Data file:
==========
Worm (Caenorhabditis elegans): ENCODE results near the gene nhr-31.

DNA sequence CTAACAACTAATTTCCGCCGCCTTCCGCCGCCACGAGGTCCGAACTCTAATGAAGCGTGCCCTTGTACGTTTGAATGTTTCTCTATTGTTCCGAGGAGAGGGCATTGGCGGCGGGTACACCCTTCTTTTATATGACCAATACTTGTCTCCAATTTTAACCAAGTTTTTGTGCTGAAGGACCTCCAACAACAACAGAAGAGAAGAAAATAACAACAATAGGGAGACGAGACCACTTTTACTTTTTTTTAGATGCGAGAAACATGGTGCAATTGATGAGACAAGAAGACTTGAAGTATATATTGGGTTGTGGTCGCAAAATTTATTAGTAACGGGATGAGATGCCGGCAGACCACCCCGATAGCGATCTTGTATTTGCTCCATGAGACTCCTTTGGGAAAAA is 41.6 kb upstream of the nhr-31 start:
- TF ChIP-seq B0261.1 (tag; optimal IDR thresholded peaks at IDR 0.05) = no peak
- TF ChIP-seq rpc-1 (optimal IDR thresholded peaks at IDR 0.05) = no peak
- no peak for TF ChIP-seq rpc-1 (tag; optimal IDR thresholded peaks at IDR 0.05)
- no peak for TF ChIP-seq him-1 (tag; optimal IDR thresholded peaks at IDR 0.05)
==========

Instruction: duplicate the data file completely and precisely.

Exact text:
Worm (Caenorhabditis elegans): ENCODE results near the gene nhr-31.

DNA sequence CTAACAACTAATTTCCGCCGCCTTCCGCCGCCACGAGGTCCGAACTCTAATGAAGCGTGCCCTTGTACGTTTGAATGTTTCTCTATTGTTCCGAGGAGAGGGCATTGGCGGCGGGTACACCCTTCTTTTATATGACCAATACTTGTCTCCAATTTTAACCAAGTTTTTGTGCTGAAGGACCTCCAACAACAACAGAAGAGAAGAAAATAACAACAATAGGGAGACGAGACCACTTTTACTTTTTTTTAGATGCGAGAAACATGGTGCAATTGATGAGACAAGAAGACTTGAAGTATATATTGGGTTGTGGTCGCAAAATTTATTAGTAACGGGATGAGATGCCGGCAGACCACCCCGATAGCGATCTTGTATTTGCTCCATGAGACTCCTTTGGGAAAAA is 41.6 kb upstream of the nhr-31 start:
- TF ChIP-seq B0261.1 (tag; optimal IDR thresholded peaks at IDR 0.05) = no peak
- TF ChIP-seq rpc-1 (optimal IDR thresholded peaks at IDR 0.05) = no peak
- no peak for TF ChIP-seq rpc-1 (tag; optimal IDR thresholded peaks at IDR 0.05)
- no peak for TF ChIP-seq him-1 (tag; optimal IDR thresholded peaks at IDR 0.05)